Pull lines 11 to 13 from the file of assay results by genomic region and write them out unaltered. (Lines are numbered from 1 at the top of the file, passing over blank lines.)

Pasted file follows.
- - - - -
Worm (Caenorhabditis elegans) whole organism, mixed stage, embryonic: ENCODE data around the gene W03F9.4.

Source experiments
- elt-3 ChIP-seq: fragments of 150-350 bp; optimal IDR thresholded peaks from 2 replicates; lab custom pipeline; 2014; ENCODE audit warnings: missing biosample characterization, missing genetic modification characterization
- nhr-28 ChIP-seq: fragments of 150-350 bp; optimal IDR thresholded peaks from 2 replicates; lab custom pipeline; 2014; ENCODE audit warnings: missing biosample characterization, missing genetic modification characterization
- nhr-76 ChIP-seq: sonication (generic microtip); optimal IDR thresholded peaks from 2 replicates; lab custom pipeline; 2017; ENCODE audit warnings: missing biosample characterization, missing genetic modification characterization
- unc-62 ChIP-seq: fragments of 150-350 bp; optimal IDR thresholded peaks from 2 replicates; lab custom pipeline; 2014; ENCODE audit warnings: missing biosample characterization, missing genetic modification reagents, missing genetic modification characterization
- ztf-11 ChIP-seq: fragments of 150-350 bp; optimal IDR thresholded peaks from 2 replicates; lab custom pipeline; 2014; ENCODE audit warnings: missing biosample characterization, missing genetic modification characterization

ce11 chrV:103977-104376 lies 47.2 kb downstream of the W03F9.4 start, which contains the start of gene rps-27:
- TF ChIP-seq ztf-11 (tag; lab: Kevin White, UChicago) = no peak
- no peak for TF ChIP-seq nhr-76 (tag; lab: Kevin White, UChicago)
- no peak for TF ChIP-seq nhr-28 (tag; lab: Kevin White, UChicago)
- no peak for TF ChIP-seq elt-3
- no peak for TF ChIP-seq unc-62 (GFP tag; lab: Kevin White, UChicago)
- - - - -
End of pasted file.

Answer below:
- no peak for TF ChIP-seq nhr-28 (tag; lab: Kevin White, UChicago)
- no peak for TF ChIP-seq elt-3
- no peak for TF ChIP-seq unc-62 (GFP tag; lab: Kevin White, UChicago)